A nine-year-old boy who was placed in an induced coma after a crowd surge at the Astroworld festival in Houston, Texas, has died.
Ezra Blount is the youngest of 10 concertgoers to have been killed after panic broke out during rapper Travis Scott's headline performance.
"The Blount family tonight is grieving the incomprehensible loss of their precious young son," their lawyer Ben Crump said in a statement.
"This should not have been the outcome of taking their son to a concert, what should have been a joyful celebration. Ezra's death is absolutely heartbreaking."
Treston Blount, the nine-year-old's father, said they had stayed at the back of the crowd because they thought it would be calmer. When they were caught up in the crush, he lost consciousness and his young son, who was sitting on his shoulders, fell and was trampled.
In an interview last week with local news outlet ABC13, Mr Blount said he was "not ready to lose my boy". "We still got a bunch of living to do," he said, saying his son was a huge Scott fan who was "stoked" ahead of the performance.
Local authorities are still investigating the deadly incident. Scott, fellow performer Drake, and Astroworld's organisers are facing dozens of lawsuits.
The victims were all between the ages of nine and 27.
Here's what we know about those who lost their lives.
Bharti Shahani, 22
University student Bharti Shahani, 22, had been attending her first music festival with family members when she was critically injured, dying in hospital nearly a week later.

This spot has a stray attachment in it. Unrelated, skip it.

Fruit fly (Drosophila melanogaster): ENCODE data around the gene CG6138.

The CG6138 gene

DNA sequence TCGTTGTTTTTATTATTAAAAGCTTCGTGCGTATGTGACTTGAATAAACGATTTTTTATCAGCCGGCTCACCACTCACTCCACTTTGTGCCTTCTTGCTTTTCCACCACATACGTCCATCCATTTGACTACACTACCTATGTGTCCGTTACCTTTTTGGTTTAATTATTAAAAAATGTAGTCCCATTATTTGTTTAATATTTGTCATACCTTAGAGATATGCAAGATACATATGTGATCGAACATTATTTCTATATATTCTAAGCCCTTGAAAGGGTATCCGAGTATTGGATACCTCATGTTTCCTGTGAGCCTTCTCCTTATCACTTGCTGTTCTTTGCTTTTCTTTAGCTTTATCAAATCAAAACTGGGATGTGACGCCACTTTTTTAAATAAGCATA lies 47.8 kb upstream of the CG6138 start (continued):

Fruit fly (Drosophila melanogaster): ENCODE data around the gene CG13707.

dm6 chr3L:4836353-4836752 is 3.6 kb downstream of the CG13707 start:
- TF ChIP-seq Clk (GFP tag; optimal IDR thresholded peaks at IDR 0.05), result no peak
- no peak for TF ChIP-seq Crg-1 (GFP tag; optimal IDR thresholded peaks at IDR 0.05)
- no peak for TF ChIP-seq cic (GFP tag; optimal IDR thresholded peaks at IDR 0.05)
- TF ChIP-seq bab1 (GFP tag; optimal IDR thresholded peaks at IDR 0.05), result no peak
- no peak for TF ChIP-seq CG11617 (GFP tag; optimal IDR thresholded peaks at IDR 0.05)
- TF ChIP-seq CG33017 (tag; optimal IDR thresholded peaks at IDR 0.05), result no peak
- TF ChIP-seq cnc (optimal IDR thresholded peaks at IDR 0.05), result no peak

Shahani, an electronics systems engineering student at Texas A&M University, died of her injuries late on 10 November.
She had been on a ventilator for six days after being critically injured at Astroworld, her first music festival. She had attended the event with her sister, Namrata, and a cousin. The trio reportedly lost sight of each other amid the crowd surge.
Shahani had not shown any brain activity since being admitted to hospital. Her family said she suffered from multiple heart attacks in the incident.
In a statement, an attorney for the family described as a "a shining star in the community" and "a high achieving college student about to graduate from Texas A&M university with high, high grades".
"Words cannot describe how I'm feeling right now," Namrata said at a news conference on Thursday. "We were always together, always doing things together."
John Hilgert, 14
Hilgert was a freshman and an avid baseball player at a high school in Houston.
According to a report in the Houston Chronicle, he texted a friend to make sure they arrived at Astroworld early and found a good spot from which to watch Travis Scott's concert.
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"John was a good student and athlete and so polite," his mother, Tracy Faulkner, was quoted as saying by the Houston Chronicle. "He was the sweetest and smartest young man."